The inquisitor is referring to the temptation that Satan offered Christ, and that Christ rejected. The Grand Inquisitor sees Christ’s rejection of the temptations of Satan responsible for placing the liability of free will on mankind and for taking away the comfort of solidity and security. He says when Satan tempted Christ to make bread from stones, Christ should have done so, and should have brought the bread back to the people so that they would follow him in order to win the security of being fed. Christ’s response-that man does not live by bread, but by the word of God-which gives men the freedom to choose whether to follow Christ or not, without buying faith with security. The Grand Inquisitor sees it, Christ has actually done mankind a disservice by keeping people from obtaining security.
Christianity has always been subjective and ambiguous, which allows for theories and speculation to develop regarding the religion’s values and characteristics. A key matter in theology seeks to understand those values and to identify a model of living that guides people away from corruption to remain in God’s image. Athanasius of Alexandria’s On the Incarnation and Friedrich Nietzsche’s The Anti-Christ address this issue with viewpoints that directly contradict each other. Athanasius examines the Incarnation to defend his position that natural human desires corrupt mankind and suggests there is nothing to prevent evil and sin other than God’s salvation while Nietzsche asserts that corruption occurs from a loss of instinctive nature and proposes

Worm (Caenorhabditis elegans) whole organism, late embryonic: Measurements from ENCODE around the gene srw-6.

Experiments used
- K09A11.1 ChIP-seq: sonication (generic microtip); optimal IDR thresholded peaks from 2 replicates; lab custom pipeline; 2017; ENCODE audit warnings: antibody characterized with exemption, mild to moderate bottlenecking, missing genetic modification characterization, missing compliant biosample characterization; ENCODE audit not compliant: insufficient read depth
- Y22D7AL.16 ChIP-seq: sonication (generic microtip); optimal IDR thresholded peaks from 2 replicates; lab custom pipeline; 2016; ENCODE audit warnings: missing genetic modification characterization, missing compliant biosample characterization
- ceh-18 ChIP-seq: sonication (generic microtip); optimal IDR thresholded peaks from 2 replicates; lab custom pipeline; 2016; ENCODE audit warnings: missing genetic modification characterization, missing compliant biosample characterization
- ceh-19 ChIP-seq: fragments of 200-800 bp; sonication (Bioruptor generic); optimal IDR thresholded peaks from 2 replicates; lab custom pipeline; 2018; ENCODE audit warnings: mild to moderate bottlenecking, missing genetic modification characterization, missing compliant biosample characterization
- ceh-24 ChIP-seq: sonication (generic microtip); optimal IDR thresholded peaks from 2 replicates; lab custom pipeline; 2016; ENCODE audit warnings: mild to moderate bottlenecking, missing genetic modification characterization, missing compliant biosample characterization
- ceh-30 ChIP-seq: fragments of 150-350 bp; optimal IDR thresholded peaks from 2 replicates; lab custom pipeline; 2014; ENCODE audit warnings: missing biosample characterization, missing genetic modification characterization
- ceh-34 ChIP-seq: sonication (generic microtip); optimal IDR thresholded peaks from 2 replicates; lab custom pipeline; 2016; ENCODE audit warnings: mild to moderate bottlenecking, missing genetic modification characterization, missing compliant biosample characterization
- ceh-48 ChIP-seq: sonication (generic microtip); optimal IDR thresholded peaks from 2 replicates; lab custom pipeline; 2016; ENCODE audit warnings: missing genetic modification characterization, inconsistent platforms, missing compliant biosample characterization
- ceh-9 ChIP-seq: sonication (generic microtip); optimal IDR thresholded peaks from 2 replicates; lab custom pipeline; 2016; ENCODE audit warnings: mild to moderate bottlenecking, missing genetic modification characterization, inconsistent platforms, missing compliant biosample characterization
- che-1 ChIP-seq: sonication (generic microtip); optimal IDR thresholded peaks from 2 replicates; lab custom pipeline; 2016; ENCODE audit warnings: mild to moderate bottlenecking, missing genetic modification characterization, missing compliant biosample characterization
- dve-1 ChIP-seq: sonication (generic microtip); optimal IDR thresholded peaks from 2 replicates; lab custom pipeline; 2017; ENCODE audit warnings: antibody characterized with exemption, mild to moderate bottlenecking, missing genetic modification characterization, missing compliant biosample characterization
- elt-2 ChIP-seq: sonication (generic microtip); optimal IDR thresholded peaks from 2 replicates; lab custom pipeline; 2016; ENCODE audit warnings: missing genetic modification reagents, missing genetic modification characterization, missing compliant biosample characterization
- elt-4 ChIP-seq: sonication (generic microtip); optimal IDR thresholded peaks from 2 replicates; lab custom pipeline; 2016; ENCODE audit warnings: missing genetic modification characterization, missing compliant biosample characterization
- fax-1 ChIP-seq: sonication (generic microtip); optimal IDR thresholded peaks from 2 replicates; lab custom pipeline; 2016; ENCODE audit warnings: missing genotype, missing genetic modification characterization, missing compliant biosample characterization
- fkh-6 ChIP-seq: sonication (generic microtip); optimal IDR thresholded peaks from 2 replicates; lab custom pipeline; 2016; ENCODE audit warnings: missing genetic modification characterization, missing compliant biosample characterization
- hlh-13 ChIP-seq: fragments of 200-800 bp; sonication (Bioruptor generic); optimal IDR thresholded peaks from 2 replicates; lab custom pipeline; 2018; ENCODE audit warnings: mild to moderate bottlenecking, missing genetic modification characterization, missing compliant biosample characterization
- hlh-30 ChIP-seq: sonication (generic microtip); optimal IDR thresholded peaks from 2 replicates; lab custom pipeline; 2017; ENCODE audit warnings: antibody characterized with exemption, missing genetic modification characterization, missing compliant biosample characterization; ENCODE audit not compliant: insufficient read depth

Over the years, opinions on God have changed. Some people believed that God is terrifying and vengeful while others disagreed saying that He is loving and accepting of all. Jonathan Edwards was a Calvinist, who argued that unless one never sins, he or she is most likely doomed to hell. Edwards believed that humans are powerless in comparison to the power of God. In “Sinners in the Hands of an Angry God” by Jonathan Edwards, the author achieves his purpose of arguing that in order to be saved from an afterlife in hell, one must ask for forgiveness and accept Christ, through the uses of intense imagery, a terrifying tone, and understandable metaphors.